Here are some videos of me zip lining:

(yes, upside down and hands free thank-you-very-much), and landing almost perfectly:

– of course.

After that, we went white water rafting (like you do). It was fun too, and not at all scary. Our guide, Jody, was a sweet heart and it was safe and very picturesque. Both were done through Ocoee Outdoors and I would highly recommend them. We will have some more pics when we develop the underwater camera pics.

We also went for a hike at Cloudland Canyon in Rising Fawn, Georgia. It was 2 1/2 hours from Birmingham but the beauty of the place was absolutely worth it. There are 2 5 mile loops, and a 2 mile waterfall trail. We did one of the loops, skirting the canyon and seeing dells and glens and huge vistas of The Smokeys.

The hike was of moderate difficulty – the terrain was fairly easy, but it was steep at times and could be tiring. We didn’t do the second loop as we had to get to our motel, but we did do the 2 mile walk to the waterfalls. A lot of stairs (in fact nearly all stairs) but very beautiful. If you can get to Cloudland – go. Worth the travel (from Alabama) for sure. In fact I am off again this weekend, with Stella, Lizzie and Yann. Bring it on!!

Normal operation resumed, spontaneity returns

Ah, and breathe a sigh of relief. After the perfect wedding – well, the perfect wedding to us, the necessity to fill days with crafts, budgeting, alcohol tasting and web surfing is over. I’m not saying the desire is gone, nor that those actions have entirely ground to a halt (the third one especially), but we have other options now. And, I can go back to exploring America, and satisfying my ADHD-related novelty seeking urges. With the benefit of a loving husband at home. In the words of Charlie Sheen: “Winning”. First up: my first ever baseball game.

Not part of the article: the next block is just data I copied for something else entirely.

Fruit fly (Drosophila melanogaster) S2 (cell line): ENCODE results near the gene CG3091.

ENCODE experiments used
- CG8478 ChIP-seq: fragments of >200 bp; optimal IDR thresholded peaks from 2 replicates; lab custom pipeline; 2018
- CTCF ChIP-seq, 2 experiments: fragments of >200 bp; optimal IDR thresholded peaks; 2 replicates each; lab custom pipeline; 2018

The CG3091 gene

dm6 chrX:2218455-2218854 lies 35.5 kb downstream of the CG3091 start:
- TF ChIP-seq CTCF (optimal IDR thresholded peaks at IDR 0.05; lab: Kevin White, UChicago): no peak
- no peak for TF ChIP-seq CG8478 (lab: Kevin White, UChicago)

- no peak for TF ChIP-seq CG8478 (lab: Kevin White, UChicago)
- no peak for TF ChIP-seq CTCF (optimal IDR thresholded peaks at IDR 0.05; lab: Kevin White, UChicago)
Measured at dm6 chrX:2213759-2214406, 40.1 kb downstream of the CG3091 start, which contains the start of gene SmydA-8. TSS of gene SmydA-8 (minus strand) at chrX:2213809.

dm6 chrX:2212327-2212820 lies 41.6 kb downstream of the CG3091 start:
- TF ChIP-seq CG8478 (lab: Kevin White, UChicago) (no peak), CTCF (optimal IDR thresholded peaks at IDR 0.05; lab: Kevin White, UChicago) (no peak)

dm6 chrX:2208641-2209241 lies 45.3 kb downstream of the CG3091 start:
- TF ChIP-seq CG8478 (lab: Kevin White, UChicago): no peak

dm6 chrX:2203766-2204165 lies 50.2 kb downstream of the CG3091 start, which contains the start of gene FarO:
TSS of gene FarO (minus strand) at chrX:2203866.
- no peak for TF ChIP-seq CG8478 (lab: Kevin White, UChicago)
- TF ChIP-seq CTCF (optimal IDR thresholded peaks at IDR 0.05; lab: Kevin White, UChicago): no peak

So, my friend and fellow blogger and America-explorer Dom is in my office on Friday, mentioning that he was planning a trip to see the Braves, and trying to get people on board. ‘Err… well… if there’s space, you know.. and tickets… and er….’ I stutter. Dom looks in disbelief ‘you’re up for it?’ of which I believe the direct translation is “so, the girl who needs 3 months notice to go for an after work drink is dropping everything at 36 hours notice to jaunt to Georgia at 36 hours notice at grant time?” Like I said, I’m back.

So off we went. We had my first experience of tailgating, which was awesome.

We also sadly had not my first ‘you can’t buy alcohol on a Sunday’ experience (WTF? Didn’t Jesus create wine from water? Shouldn’t water be banned and alcohol mandatory?). But other tailgaters were more than happy to share their Bud with the boys, while I quietly consumed my bottle of Chardonnay. Which, in 100 degree heat with no breakfast, may have been a mistake. But hey, we live and we learn.

stadium.jpg

Onto the stadium, in my newly borrow wife-beater: it was huge! And had so many shops and restaurants and lit up signs. It was like a mini city. We went in the pitching tent (I was rubbish, but want another go) and bought Braves swag (me: a cute vest top to please left-behind hubby; Matthew: a hat), bought more alcohol (of course) and sat in the blazing heat to watch the game.

pitching.jpg

It was fun, and I started to get the rules. But the alcohol didn’t help (I would definitely either eat more food and drink more water, or just drink less wine next time). And 2-hours later it was time to get back for Father’s day. A drunken sob in the back, a long sleep, a few moment of incoherent chatter and I was delivered back home, sunburned, hungry and very sleepy. Want to go again!

Thank you Matthew and Dom for an awesome day, and another American experience ticked off (Matthew was also responsible for my first ever football game – which was even more awesome).